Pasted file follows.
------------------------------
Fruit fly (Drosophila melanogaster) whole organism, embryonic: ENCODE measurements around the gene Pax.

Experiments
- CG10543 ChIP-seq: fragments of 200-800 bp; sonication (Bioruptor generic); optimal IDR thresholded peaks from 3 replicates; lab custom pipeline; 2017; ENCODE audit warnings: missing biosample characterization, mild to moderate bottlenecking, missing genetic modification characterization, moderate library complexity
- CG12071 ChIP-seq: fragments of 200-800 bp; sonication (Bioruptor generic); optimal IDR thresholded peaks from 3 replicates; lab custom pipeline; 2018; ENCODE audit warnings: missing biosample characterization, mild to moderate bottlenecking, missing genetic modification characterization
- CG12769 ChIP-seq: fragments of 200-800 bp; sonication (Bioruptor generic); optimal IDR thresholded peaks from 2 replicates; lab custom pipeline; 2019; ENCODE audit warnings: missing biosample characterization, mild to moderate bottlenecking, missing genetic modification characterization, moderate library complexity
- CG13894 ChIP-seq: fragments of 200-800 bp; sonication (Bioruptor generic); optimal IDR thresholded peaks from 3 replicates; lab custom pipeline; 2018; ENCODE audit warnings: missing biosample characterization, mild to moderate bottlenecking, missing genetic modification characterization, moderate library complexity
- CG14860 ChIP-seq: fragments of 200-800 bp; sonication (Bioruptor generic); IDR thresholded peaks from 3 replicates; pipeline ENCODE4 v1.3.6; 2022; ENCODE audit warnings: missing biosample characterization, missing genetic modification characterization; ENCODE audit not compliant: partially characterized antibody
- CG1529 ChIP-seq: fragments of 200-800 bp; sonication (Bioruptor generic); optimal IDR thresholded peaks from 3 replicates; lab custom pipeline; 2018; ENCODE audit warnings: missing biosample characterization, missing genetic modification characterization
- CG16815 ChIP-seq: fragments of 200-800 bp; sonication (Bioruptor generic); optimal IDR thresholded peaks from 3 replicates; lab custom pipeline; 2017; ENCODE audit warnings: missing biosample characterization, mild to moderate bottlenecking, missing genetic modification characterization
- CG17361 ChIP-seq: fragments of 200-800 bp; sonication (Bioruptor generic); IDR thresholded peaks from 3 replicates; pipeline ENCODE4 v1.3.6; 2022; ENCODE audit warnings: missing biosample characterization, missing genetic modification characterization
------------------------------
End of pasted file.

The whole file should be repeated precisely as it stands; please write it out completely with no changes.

Fruit fly (Drosophila melanogaster) whole organism, embryonic: ENCODE measurements around the gene Pax.

Experiments
- CG10543 ChIP-seq: fragments of 200-800 bp; sonication (Bioruptor generic); optimal IDR thresholded peaks from 3 replicates; lab custom pipeline; 2017; ENCODE audit warnings: missing biosample characterization, mild to moderate bottlenecking, missing genetic modification characterization, moderate library complexity
- CG12071 ChIP-seq: fragments of 200-800 bp; sonication (Bioruptor generic); optimal IDR thresholded peaks from 3 replicates; lab custom pipeline; 2018; ENCODE audit warnings: missing biosample characterization, mild to moderate bottlenecking, missing genetic modification characterization
- CG12769 ChIP-seq: fragments of 200-800 bp; sonication (Bioruptor generic); optimal IDR thresholded peaks from 2 replicates; lab custom pipeline; 2019; ENCODE audit warnings: missing biosample characterization, mild to moderate bottlenecking, missing genetic modification characterization, moderate library complexity
- CG13894 ChIP-seq: fragments of 200-800 bp; sonication (Bioruptor generic); optimal IDR thresholded peaks from 3 replicates; lab custom pipeline; 2018; ENCODE audit warnings: missing biosample characterization, mild to moderate bottlenecking, missing genetic modification characterization, moderate library complexity
- CG14860 ChIP-seq: fragments of 200-800 bp; sonication (Bioruptor generic); IDR thresholded peaks from 3 replicates; pipeline ENCODE4 v1.3.6; 2022; ENCODE audit warnings: missing biosample characterization, missing genetic modification characterization; ENCODE audit not compliant: partially characterized antibody
- CG1529 ChIP-seq: fragments of 200-800 bp; sonication (Bioruptor generic); optimal IDR thresholded peaks from 3 replicates; lab custom pipeline; 2018; ENCODE audit warnings: missing biosample characterization, missing genetic modification characterization
- CG16815 ChIP-seq: fragments of 200-800 bp; sonication (Bioruptor generic); optimal IDR thresholded peaks from 3 replicates; lab custom pipeline; 2017; ENCODE audit warnings: missing biosample characterization, mild to moderate bottlenecking, missing genetic modification characterization
- CG17361 ChIP-seq: fragments of 200-800 bp; sonication (Bioruptor generic); IDR thresholded peaks from 3 replicates; pipeline ENCODE4 v1.3.6; 2022; ENCODE audit warnings: missing biosample characterization, missing genetic modification characterization